The coronavirus pandemic triggered a surge in outdoor hobbies, with half of people trying out popular pastimes like fishing, a poll reveals today.
Some 14 months after the first lockdown, the public are relishing being among nature, with 38% reporting feeling happier and “enjoying better wellbeing overall when spending time in green spaces”.
An online OnePoll survey of 4,000 people this month found a boom in numbers taking to the outdoors.
Two in five had done gardening or tended an allotment during the crisis, 21% had been cycling, 19% went running and 16% went hiking or birdwatching.
Some 47% of those quizzed said they spent more time outdoors to improve physical health or take exercise, while 46% said it was to help their mental health and wellbeing.
Forty-one per cent said a “change of scenery has given me an escape from staying at home”, 28% said they “needed the ‘me time’” and a quarter wanted “time away from screens” such as Zoom meetings or smartphones.
Fishing benefited from a rise in demand, with the Environment Agency issuing 1,019,723 freshwater licences in England in the year to April, compared with 882,989 in the previous 12 months – an increase of 16%.
The Angling Trust’s head of participation Clive Copeland said: “It’s great to see the surging popularity of fishing and other outdoor pursuits continuing as we head into summer with people becoming much more engaged with nature and the benefits that participating in new activities provides.
“We’re hearing reports that people are becoming more mindful of the environmental impact of outdoor activities and this, coupled with a willingness to try new experiences, is reflected in the types of sustainable activities that are becoming more popular.”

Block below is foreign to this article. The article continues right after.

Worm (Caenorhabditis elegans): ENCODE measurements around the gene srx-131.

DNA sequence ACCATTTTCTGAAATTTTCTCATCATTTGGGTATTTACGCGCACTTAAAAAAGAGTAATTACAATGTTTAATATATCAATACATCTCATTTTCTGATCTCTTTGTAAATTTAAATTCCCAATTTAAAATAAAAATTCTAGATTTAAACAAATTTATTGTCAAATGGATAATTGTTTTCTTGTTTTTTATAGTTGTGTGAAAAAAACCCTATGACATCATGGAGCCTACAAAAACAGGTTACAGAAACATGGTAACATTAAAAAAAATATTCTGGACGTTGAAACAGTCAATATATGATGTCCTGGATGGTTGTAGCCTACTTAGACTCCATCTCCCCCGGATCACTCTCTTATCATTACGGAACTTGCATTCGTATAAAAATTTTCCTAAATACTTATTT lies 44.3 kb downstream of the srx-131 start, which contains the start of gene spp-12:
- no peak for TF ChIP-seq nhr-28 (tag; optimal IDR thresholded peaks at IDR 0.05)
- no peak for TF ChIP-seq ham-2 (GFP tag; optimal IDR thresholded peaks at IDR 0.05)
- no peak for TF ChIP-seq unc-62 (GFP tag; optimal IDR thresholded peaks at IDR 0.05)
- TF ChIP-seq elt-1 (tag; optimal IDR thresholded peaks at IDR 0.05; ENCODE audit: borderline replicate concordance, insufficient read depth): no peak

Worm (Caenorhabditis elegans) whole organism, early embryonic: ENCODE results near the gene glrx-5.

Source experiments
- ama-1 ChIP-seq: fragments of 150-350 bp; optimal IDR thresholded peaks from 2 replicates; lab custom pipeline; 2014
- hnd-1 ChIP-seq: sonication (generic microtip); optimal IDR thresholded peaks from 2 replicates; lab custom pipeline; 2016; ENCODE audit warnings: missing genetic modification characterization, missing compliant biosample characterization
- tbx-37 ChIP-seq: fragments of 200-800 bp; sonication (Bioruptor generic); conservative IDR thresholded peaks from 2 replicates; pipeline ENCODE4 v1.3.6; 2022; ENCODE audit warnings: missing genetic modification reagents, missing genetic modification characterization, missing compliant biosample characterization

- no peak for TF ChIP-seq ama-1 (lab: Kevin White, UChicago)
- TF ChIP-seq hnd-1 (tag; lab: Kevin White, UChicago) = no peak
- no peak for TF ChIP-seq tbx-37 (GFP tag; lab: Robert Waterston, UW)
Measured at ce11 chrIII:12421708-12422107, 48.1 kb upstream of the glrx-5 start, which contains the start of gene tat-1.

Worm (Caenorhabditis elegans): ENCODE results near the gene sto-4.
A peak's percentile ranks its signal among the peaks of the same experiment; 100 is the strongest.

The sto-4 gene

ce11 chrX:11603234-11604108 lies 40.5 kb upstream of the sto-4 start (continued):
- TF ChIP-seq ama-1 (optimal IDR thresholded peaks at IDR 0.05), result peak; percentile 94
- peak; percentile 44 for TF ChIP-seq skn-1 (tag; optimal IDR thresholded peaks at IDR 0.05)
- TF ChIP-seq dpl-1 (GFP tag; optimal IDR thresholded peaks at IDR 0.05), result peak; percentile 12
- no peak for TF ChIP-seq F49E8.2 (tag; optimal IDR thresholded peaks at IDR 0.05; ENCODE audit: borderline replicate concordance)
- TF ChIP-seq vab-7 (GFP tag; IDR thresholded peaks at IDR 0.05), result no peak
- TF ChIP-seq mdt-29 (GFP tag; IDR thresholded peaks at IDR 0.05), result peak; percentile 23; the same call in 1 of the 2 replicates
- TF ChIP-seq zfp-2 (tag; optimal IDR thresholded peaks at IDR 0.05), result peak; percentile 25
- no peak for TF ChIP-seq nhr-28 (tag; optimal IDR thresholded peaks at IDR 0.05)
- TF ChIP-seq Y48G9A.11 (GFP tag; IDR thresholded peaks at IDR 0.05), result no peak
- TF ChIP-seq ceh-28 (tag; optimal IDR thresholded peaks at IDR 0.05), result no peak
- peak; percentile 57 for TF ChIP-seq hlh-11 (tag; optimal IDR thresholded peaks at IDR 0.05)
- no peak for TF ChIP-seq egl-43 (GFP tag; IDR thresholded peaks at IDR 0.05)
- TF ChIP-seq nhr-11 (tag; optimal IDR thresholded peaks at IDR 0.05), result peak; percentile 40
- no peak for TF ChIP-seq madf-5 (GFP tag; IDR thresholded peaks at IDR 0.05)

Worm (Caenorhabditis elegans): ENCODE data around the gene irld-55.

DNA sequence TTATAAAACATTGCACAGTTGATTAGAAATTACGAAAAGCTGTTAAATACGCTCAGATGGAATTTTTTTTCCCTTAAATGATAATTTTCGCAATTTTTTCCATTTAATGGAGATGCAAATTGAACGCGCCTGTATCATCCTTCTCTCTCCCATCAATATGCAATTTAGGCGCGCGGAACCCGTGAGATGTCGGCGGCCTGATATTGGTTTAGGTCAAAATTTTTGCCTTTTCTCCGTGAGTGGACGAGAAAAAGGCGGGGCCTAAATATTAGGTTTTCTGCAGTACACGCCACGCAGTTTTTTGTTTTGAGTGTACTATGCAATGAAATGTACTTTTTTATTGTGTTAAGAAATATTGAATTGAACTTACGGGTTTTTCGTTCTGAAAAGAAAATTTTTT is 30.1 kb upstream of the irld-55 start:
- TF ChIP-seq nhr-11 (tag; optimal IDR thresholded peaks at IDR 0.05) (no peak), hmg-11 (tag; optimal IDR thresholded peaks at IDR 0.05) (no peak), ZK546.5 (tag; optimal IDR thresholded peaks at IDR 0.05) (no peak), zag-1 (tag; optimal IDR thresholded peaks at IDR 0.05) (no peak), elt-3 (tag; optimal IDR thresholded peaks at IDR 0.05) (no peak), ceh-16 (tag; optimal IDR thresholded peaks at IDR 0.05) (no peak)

Fishing fan Beverly Clifford, a social media influencer with 15,000 Instagram followers, said: “Angling has seen a huge boost since the pandemic with people returning to fishing, and also coming into the sport for the first time.
“We’ve seen a lot of women coming into the sport during this time and enjoying the many benefits of angling, such as reconnecting with nature, positive affect on mental health, as well as being a low-impact form of exercise and a great way to make new friends.”
The Agency seized on the figures to trumpet the benefits of connecting with nature – a key plank of the Government’s plan to cut infection numbers by encouraging people to enjoy fresh air and be outdoors.
Its fisheries partnerships manager Heidi Stone said: “Fishing has benefited the mental health of hundreds of thousands of people in the past year and is a great option for people who are looking for a long-term connection with nature.”